No Heavy Lifting
With a gradual return to normal activities, be careful to not strain your body. You won’t be able to lift anything heavy even as your walking regimen continues to build. This means no:
- Cat litter bags
- Dog food bags
- Vacuum cleaning
- Milk and/or juice jugs
- Grocery bags
- Weighted briefcases, carry-ons, or purses
These recommendations will remain in place for a minimum of two weeks. Also avoid raising your arms over your head – you should instead keep them at a comfortable, downward position – and lifting or carrying children. Stretching and exercising are also off the table until we provide the go-ahead.
The First Month
You’ll feel your body change in a number of ways through this early period. Yes, your incisions will heal. But you’ll also feel more energetic, and the pain in your neck and shoulders will subside because your breasts are smaller. You’ll need to delay a return to underwire bras because the wire can damage and chafe skin that’s still in recovery. But your body will certainly feel less restricted.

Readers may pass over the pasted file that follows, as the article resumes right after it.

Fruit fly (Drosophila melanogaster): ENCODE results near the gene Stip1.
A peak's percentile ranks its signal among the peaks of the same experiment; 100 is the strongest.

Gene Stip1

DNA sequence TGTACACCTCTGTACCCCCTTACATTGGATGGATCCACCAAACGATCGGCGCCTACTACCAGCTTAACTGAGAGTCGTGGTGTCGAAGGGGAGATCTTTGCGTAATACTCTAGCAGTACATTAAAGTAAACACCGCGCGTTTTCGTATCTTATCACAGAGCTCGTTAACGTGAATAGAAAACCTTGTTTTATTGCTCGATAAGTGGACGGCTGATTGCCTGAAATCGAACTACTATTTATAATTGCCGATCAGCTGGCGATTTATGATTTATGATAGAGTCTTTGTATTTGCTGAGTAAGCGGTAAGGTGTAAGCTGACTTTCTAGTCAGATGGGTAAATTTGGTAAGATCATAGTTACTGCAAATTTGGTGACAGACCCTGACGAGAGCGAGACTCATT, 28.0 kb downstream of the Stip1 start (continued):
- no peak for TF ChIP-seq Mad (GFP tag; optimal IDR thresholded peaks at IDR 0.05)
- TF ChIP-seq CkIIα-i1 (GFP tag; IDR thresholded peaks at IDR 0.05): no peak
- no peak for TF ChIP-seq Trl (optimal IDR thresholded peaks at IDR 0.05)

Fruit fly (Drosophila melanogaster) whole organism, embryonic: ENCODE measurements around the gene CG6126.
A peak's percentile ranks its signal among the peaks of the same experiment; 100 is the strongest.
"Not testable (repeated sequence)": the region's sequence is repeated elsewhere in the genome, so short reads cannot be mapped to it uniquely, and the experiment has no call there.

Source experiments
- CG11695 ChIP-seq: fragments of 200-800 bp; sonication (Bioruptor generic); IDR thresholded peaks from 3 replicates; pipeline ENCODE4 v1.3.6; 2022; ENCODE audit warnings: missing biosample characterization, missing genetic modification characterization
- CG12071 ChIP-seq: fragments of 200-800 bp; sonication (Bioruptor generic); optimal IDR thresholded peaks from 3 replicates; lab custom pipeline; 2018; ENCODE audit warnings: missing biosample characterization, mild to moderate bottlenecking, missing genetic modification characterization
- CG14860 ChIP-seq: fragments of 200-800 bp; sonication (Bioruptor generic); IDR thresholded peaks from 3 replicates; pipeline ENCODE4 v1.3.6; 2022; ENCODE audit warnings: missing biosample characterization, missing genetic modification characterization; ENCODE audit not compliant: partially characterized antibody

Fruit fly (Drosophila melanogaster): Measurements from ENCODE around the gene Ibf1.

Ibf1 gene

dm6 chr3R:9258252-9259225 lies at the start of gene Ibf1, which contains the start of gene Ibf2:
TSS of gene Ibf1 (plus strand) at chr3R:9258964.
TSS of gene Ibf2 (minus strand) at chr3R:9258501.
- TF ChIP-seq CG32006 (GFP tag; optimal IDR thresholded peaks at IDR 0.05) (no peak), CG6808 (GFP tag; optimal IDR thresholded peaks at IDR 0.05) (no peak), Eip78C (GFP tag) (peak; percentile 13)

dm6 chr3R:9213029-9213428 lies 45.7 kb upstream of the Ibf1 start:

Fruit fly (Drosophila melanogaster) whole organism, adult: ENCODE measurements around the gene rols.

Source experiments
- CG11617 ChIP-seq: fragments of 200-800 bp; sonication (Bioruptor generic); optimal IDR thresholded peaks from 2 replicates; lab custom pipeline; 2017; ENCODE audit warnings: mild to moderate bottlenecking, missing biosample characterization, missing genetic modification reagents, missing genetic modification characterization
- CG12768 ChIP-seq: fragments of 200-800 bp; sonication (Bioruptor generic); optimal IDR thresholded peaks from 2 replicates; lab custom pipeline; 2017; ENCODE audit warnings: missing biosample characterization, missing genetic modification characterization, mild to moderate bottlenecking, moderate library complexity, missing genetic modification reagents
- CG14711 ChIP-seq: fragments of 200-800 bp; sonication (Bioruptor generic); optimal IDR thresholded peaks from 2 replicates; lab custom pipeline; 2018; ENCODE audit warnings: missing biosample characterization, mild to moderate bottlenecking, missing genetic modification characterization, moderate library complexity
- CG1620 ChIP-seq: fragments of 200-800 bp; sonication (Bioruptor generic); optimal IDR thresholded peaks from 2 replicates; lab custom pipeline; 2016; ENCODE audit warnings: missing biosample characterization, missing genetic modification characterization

We urge you to slowly ease back into full activities. You don’t need to rush, and doing so may harm your long-term results from surgery. We’ll likely clear you for low-impact exercises toward the end of the month. By this time, you’ll also be able to care for yourself, drive again, and return to work. In short, you’ll be back to your usual routine and feeling more like your old self – but with more confidence and increased freedom of movement.
Ways To Speed Up Your Recovery
We know that after just a few days of resting, you’ll be eager to make a full recovery. It’s therefore important to understand that much of your healing will depend on your own actions. To illustrate, you can make life a bit easier by planning for your return home before you even go into surgery.
Ensure You Have Nourishment
Start by pouring juice, milk, and water into small containers and stowing them in the refrigerator. You’ll have plenty of fluids on hand without having to worry about lifting heavy gallon jugs. The same is true of meal planning. By strategizing what you’re going to eat for at least a few days, you can give yourself more important time to heal.